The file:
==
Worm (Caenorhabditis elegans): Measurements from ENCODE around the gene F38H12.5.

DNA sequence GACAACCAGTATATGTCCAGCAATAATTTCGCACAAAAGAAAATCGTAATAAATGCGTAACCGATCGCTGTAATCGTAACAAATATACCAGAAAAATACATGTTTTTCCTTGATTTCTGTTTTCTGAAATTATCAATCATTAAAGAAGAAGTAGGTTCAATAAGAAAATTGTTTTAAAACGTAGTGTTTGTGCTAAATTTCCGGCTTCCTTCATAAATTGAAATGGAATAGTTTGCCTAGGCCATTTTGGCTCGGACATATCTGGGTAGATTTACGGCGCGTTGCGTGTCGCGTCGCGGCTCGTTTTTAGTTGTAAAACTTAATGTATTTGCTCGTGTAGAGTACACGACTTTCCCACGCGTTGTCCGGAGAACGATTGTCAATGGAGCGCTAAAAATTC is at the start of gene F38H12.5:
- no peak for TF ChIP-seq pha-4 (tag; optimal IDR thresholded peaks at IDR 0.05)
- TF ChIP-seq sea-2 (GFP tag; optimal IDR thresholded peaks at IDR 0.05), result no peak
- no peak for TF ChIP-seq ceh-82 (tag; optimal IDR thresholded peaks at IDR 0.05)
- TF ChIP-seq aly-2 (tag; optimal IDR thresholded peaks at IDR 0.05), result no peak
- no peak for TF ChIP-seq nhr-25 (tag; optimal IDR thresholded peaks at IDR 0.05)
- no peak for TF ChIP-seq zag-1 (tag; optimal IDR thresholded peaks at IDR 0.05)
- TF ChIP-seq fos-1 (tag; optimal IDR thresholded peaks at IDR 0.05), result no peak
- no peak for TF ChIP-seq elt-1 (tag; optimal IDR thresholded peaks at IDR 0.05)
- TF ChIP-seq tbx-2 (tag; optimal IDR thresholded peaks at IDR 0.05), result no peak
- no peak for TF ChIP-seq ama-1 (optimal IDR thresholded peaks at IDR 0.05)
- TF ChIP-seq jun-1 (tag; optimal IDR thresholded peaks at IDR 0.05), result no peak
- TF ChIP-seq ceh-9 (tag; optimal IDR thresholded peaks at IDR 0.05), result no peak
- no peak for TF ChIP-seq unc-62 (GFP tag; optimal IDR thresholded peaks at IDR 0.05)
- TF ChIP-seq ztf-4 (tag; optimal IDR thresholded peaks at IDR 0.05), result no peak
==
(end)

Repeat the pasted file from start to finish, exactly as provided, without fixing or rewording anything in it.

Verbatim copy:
Worm (Caenorhabditis elegans): Measurements from ENCODE around the gene F38H12.5.

DNA sequence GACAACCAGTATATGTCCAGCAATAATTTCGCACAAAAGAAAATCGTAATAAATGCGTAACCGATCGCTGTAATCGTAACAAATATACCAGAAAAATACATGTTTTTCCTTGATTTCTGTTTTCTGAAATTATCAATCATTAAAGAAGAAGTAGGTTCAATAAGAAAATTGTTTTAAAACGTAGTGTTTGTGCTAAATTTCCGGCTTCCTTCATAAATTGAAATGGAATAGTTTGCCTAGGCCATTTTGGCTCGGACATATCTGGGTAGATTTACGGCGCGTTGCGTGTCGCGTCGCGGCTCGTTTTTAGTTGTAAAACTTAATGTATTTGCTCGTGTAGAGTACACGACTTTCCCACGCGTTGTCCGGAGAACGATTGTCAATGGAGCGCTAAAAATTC is at the start of gene F38H12.5:
- no peak for TF ChIP-seq pha-4 (tag; optimal IDR thresholded peaks at IDR 0.05)
- TF ChIP-seq sea-2 (GFP tag; optimal IDR thresholded peaks at IDR 0.05), result no peak
- no peak for TF ChIP-seq ceh-82 (tag; optimal IDR thresholded peaks at IDR 0.05)
- TF ChIP-seq aly-2 (tag; optimal IDR thresholded peaks at IDR 0.05), result no peak
- no peak for TF ChIP-seq nhr-25 (tag; optimal IDR thresholded peaks at IDR 0.05)
- no peak for TF ChIP-seq zag-1 (tag; optimal IDR thresholded peaks at IDR 0.05)
- TF ChIP-seq fos-1 (tag; optimal IDR thresholded peaks at IDR 0.05), result no peak
- no peak for TF ChIP-seq elt-1 (tag; optimal IDR thresholded peaks at IDR 0.05)
- TF ChIP-seq tbx-2 (tag; optimal IDR thresholded peaks at IDR 0.05), result no peak
- no peak for TF ChIP-seq ama-1 (optimal IDR thresholded peaks at IDR 0.05)
- TF ChIP-seq jun-1 (tag; optimal IDR thresholded peaks at IDR 0.05), result no peak
- TF ChIP-seq ceh-9 (tag; optimal IDR thresholded peaks at IDR 0.05), result no peak
- no peak for TF ChIP-seq unc-62 (GFP tag; optimal IDR thresholded peaks at IDR 0.05)
- TF ChIP-seq ztf-4 (tag; optimal IDR thresholded peaks at IDR 0.05), result no peak